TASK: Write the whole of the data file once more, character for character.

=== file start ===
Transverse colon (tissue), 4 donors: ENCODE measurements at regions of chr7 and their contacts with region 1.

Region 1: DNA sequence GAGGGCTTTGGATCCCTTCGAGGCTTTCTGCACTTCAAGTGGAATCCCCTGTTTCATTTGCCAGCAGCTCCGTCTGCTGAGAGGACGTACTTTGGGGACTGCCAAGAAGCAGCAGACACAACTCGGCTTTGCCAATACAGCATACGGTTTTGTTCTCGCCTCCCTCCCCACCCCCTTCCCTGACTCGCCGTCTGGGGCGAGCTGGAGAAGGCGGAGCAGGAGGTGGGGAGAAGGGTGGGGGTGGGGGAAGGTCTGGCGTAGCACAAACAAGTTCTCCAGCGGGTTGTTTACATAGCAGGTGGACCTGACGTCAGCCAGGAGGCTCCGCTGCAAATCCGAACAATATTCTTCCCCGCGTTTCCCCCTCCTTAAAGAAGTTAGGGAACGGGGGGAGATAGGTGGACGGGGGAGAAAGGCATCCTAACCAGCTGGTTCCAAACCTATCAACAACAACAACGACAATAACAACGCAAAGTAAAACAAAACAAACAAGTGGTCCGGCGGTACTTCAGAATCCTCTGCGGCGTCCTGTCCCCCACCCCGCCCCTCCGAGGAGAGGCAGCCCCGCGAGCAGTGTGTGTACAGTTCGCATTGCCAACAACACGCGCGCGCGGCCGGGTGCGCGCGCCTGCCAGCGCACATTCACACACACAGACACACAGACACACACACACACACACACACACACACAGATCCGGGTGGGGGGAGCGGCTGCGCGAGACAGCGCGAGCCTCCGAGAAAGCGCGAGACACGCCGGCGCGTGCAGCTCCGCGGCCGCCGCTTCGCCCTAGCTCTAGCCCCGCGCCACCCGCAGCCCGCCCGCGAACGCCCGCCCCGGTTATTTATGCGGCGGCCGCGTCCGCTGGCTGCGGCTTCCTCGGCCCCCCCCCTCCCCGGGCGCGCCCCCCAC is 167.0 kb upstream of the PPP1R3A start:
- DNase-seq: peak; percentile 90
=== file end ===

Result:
Transverse colon (tissue), 4 donors: ENCODE measurements at regions of chr7 and their contacts with region 1.

Region 1: DNA sequence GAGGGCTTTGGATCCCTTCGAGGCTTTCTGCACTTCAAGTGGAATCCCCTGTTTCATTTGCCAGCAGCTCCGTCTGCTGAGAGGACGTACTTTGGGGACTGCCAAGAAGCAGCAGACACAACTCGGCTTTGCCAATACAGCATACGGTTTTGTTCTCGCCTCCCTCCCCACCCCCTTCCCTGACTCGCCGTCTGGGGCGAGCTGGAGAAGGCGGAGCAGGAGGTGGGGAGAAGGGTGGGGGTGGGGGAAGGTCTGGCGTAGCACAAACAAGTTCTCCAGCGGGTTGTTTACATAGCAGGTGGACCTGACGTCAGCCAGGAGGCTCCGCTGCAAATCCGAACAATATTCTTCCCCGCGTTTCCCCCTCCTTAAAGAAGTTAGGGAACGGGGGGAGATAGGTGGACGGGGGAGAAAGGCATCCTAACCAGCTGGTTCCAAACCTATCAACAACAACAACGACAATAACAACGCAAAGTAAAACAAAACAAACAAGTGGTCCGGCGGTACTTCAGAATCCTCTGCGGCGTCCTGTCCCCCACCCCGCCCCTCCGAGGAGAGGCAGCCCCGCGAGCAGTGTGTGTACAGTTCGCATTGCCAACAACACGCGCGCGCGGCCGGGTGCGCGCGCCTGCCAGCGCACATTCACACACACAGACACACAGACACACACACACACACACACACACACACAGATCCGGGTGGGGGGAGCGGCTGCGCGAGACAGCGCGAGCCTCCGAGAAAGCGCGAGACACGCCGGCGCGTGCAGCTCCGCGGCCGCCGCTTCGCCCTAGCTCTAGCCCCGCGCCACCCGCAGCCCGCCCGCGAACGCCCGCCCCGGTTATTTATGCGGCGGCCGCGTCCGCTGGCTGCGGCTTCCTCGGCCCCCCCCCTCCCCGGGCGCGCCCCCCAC is 167.0 kb upstream of the PPP1R3A start:
- DNase-seq: peak; percentile 90